NOA Seeks Ways To Ensure “The Work Of The Heroes Of The Past Is Not In vain” | The Guardian Nigeria News
It was the largest gathering of Nigerian champions since the 2003 COJA African Games in Abuja. But while the 2003 rally was made up of athletes and coaches, coming to compete for the country or former stars there to bring their expertise to Nigeria’s quest to dominate all of the Games winners, the gathering of last week was made up of retired stars, who felt the time was ripe to advocate their cause against the continued neglect of the well-being of “Our Past Heroes”. They also came together to propose solutions to the malaise in Nigerian sport and chart a course for development.
Present at the event were Nigerian Olympic Committee (NOC) President Habu Gumel, former tennis champion Professor Sadiq Abdullahi from the United States, former D’Tigress captain Mfon Udoka, l former international athlete, Pat Itanyi, Brisbane 1982 Commonwealth Games stars Lawrence Adegbeingbe and Samson Oyeledun, as well as 1996 Atlanta Olympic football gold medalists Victor Ikpeba and Emmanuel Babayaro.
The Director General of the National Council for Arts and Culture, Otunba Olusegun Runsewe, Mr. Peter Nelson, who represented the Minister of Sports, Sunday Dare, several Olympic medalists, Falilat Ogunkoya and Fatima Yusuf-Olukoju, the former captain of the national football team, Segun Odegbami and Gloria Obajimi, both present at the 1980 Moscow Olympics, as well as the captain of the Nigerian team of 1980 contingent, Hammed Adio.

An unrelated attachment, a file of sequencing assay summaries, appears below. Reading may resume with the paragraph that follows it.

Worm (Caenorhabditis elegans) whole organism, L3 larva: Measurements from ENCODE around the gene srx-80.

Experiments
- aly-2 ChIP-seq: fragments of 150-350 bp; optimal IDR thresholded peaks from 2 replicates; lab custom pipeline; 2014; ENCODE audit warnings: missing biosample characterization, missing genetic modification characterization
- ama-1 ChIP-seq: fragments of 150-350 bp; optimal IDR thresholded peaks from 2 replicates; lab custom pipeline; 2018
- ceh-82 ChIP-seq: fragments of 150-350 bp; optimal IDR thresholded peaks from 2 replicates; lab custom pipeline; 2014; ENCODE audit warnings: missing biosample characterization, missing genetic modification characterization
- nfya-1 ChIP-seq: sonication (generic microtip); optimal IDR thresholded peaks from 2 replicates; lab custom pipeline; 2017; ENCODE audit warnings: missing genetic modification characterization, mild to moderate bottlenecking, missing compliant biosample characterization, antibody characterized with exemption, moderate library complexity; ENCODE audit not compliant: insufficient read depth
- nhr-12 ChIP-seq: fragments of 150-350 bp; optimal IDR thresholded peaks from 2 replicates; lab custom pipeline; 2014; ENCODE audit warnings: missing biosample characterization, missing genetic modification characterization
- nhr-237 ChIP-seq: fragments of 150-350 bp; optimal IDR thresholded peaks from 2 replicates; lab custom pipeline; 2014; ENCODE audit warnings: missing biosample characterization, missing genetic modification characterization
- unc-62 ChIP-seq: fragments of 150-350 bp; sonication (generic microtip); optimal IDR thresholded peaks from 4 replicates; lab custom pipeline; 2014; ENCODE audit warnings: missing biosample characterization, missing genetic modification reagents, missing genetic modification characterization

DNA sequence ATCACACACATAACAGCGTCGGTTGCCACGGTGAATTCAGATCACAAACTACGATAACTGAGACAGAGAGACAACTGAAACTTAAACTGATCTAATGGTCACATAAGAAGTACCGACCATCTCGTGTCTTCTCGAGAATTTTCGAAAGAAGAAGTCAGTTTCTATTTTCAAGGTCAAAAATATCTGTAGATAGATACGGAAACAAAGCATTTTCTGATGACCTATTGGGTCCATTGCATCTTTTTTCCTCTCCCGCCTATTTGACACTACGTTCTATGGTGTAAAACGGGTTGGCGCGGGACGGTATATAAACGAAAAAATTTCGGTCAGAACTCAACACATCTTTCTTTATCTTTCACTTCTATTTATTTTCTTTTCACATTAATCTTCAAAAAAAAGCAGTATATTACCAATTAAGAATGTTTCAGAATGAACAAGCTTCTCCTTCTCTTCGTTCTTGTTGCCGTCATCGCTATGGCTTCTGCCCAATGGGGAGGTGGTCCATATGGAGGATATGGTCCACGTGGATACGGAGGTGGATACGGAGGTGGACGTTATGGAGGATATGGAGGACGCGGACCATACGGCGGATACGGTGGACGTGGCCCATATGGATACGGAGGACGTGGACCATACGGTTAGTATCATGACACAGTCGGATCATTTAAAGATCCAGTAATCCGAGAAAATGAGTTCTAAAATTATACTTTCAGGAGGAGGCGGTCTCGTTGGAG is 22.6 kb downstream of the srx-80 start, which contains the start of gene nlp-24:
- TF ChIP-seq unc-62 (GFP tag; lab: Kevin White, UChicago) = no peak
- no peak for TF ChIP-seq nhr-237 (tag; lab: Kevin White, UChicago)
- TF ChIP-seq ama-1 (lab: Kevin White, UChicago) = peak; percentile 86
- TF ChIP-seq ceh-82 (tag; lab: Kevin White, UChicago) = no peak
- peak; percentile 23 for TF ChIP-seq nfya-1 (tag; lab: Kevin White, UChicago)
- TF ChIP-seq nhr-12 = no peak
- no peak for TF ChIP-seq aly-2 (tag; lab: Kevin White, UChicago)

With NOA President Olumide Oyedeji as President and Professor Sadiq Abdullahi as Co-President, the meeting was much more than an awards night. He also took guests back to the glory days of Nigerian sport through visuals in an effort to find out what was wrong with the country’s sports and the solution (s).
Explaining the reason for the banquet / awards, ANO President Olumide Oyedeji said the Olympians were united to ensure that the labors of the heroes of the past were not in vain.
“It’s not easy being an Olympian. We want to implore lawmakers and other government officials to address the welfare of Olympians, who have suffered injuries and pain in the service of the country.
“If you used your youth to serve your country, when will your country serve you?” We’re not asking for everything to be given to us, but we just want opportunities for these heroes.
“We have decided to celebrate our heroes who have been long neglected. Every time they entered the arena, they stood up for the national anthem and the national commitment. Without these athletes or Olympians, there will be no work for any coach or administrator.
“We want a country that protects abused and neglected athletes. We therefore urge our lawmakers to enact laws that will protect current and retired athletes. The government has the power to make Nigeria a better place for athletes. This is how we can maximize the talents and patriotism of these athletes. “
Olumide urged athletes billed for the Tokyo 2020 Olympics to focus and believe they can excel in Japan if they want to be successful in competition.
The former national team basketball captain, who announced the awarding of scholarships to 10 students from the African International School in Abuja with outstanding talents, added that in the future, the NOA would look into talent mentoring to ensure that gifted young Nigerian children get the mentorship they need to make the most of their talents.